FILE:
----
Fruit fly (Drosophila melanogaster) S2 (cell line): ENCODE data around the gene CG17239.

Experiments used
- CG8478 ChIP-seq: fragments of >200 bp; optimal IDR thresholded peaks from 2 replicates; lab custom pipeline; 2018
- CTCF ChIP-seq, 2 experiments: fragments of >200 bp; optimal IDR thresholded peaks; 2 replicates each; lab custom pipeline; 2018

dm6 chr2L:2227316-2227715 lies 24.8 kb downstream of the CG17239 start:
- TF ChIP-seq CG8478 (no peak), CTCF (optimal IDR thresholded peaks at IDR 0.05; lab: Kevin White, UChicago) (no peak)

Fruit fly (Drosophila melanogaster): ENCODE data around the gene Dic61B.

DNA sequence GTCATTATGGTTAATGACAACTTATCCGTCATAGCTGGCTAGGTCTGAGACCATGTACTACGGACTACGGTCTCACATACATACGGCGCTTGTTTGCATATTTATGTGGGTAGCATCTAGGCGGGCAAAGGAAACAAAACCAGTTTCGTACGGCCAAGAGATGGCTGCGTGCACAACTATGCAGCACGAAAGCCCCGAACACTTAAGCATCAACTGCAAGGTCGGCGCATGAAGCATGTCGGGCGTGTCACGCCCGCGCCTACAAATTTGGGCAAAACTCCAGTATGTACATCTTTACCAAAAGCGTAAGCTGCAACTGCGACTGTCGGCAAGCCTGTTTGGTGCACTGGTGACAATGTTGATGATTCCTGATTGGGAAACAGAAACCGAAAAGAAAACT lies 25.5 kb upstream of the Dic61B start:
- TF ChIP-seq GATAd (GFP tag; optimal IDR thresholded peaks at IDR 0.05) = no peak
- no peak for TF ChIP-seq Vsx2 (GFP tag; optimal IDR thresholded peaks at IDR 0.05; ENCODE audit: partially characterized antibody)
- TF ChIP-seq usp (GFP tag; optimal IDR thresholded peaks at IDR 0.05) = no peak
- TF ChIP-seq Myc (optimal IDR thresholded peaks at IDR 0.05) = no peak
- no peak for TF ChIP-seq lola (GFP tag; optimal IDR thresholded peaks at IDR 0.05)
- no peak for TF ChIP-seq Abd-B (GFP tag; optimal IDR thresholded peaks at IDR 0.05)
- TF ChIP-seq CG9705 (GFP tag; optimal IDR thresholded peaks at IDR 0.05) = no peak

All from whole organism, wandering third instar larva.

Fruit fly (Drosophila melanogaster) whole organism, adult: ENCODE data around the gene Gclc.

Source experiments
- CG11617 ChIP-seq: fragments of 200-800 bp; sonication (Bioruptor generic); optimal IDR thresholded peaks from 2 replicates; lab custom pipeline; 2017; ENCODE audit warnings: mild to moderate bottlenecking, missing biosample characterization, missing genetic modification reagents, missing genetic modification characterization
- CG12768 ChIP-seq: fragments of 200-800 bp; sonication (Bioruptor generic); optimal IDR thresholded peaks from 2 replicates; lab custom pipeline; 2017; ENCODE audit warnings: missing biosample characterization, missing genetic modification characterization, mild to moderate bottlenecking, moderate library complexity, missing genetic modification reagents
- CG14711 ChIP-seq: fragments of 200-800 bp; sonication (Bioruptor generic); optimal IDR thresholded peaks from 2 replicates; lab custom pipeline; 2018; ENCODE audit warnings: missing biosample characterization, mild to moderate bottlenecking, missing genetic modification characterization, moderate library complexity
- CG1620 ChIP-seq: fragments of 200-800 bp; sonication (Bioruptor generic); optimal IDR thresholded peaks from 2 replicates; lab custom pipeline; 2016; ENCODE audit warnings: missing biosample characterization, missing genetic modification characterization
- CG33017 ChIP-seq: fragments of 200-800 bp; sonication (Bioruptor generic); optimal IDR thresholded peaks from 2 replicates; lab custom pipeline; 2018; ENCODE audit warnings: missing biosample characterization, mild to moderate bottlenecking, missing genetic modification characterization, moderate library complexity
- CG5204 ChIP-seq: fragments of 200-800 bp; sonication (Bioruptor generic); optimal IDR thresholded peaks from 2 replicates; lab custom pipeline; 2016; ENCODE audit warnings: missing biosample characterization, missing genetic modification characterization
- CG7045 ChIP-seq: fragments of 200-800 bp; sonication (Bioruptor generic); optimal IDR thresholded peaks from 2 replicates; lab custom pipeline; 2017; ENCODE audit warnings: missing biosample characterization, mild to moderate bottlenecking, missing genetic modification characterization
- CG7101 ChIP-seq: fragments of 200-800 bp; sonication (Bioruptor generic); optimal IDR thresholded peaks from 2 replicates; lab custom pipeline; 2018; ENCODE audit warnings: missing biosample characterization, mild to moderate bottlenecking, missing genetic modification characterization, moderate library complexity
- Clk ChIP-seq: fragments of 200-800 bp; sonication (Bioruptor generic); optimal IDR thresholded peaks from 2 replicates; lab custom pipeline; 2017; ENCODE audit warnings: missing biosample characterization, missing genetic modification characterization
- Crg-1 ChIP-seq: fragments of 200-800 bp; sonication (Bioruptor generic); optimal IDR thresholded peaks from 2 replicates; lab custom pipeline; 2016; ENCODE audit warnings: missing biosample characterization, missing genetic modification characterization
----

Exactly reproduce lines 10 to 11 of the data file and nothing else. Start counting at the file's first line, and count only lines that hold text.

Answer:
- no peak for TF ChIP-seq Vsx2 (GFP tag; optimal IDR thresholded peaks at IDR 0.05; ENCODE audit: partially characterized antibody)
- TF ChIP-seq usp (GFP tag; optimal IDR thresholded peaks at IDR 0.05) = no peak